The MBTA Transit Police STOPWATCH Program

MBTA Officers conferringStopWatch aims at reducing the anonymity of youth in the transit environment and decreasing the number of youth who use stations to congregate before, during or after school.

The MBTA Transit Police are responsible for public safety in the subways, bus routes, and stations in Boston. Over 20,000 public and private school students use the MBTA each day in order to attend school.  In 2005, the Transit Police Department created the StopWatch program.

StopWatch aims at reducing the anonymity of youth in the transit environment and decreasing the number of youth who use stations to congregate before, during or after school. “The underlying theory is that if we reduce anonymity and get to know these kids, they won’t do things they might do if they think no one cares or that no one can identify them,” explained Lt. Det. Mark Gillespie of the Transit Police, who has headed up the program since its inception. To reduce anonymity, a collaboration that includes school headmasters, assistant principals, youth workers, probation officers, Boston Police officers, Boston School Police, and private youth-serving organizations was developed to attend StopWatch.

Each week, Lt. Gillespie sends out a bulletin advising StopWatch partners of the 5 to 10 selected stations where StopWatch partners will be present in the station during the morning rush hour and/or the after school rush hour. Stations are chosen based on frequency of problems, rumors of fights, and passenger complaints. “This is community policing in every sense of the word. We let kids know that a community is watching them and they know too that a community is caring for them so we find that we get a lot of kids asking us for help and there is always someone in the group who can.”

The impact of StopWatch has been noticeable:  “We are seeing a major deterrent impact in this approach to policing,” said Chief Paul MacMillan of the Transit Police who also noted that MBTA arrests of juveniles was at the Department’s lowest rate since 1998. The program won the American Public Transportation Association Award for Innovation in 2005 and was also selected in that year as a semi-finalist for the prestigious Webber-Seavey Award of the International Association of Chiefs of Police.

In 2007, StopWatch generated TruancyWatch when MBTA Transit Police noted that many youth were using MBTA stations during the school day and/or heard their partners ask youth why they hadn’t been to school. Massachusetts does not authorize officers to arrest truant youth; at best the state’s status offense system can issue a legal designation of a student being a child in need of services (CHINS). In a city with only 4 school officials to follow up on student absences for over 70,000 students, the involvement of the MBTA Transit Police and its partners has increased the school system’s reach.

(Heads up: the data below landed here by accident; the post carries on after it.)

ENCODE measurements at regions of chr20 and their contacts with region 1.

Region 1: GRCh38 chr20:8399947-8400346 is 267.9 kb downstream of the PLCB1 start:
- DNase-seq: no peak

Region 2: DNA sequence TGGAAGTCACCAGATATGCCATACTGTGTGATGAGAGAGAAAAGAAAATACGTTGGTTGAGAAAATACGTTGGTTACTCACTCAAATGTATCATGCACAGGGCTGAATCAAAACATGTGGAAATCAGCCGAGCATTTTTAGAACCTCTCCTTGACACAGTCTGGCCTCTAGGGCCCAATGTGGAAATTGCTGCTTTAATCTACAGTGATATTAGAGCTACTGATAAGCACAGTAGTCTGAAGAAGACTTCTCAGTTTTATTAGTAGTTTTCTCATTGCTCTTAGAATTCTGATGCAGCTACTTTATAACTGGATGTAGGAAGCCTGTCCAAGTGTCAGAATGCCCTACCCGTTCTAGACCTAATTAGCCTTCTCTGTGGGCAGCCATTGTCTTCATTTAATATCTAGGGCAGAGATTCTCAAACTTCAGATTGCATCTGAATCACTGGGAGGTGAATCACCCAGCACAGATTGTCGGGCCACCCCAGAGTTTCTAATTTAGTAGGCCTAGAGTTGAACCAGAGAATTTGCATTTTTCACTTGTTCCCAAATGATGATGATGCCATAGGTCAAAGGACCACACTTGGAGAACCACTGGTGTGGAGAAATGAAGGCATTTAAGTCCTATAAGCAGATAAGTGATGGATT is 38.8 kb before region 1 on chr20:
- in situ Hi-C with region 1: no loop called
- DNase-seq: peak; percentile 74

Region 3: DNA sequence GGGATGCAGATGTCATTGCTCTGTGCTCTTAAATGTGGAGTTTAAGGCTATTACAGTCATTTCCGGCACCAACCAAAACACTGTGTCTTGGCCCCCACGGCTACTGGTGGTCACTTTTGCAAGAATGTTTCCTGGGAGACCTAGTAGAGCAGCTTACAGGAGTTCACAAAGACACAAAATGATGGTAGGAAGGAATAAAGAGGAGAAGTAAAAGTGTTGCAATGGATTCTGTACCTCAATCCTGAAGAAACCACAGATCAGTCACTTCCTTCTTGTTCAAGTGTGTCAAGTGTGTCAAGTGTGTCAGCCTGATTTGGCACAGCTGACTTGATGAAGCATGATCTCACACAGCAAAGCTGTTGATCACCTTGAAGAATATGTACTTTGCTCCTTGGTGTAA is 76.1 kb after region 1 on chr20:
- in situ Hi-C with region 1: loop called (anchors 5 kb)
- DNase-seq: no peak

Lt. Gillespie and Sgt. Michael Adamson  developed a survey instrument and worked with StopWatch partners to survey youth about their absences from school. In the 2007-2008 academic school year, TruancyWatch gathered over 850 surveys; as of this writing in the 2008-2009 academic school year, over 500 surveys have been completed.

Boston’s Private Industry Council, which focuses on high school drop outs and truancy as a predictor of dropping out, compiled the results of the survey. “Kids are generally quite willing to tell us why they are not in school,” said Lt. Gillespie. “Most of the time it’s because they are unengaged with their own education, or they have been suspended for bad behavior, or because they have serious problems. It really hits you when a kid says, ‘Can you help me? I am so depressed.’ Or you see a pregnant 16 year old and wonder who is there to catch these kids when they are obviously falling,” he added.

The impact of TruancyWatch, which was recently featured on WGBH’s Project Dropout series, has been impressive. Kathy Hamilton of the Boston PIC noted that “The project is an innovative way for partners from different sectors to come together to address a problem. The data we are getting is valuable, too. The most recent finding is that students interviewed, though caught skipping school, are still willing to engage with adults and talk about school with them. That shows that they haven’t given up, and that it’s worth figuring out how to keep them in school.”

Documentation on StopWatch and TruancyWatch

For more information on StopWatch and TruancyWatch, contact Lt. Det. Mark Gillespie, MBTA Transit Police, 617-222-1062,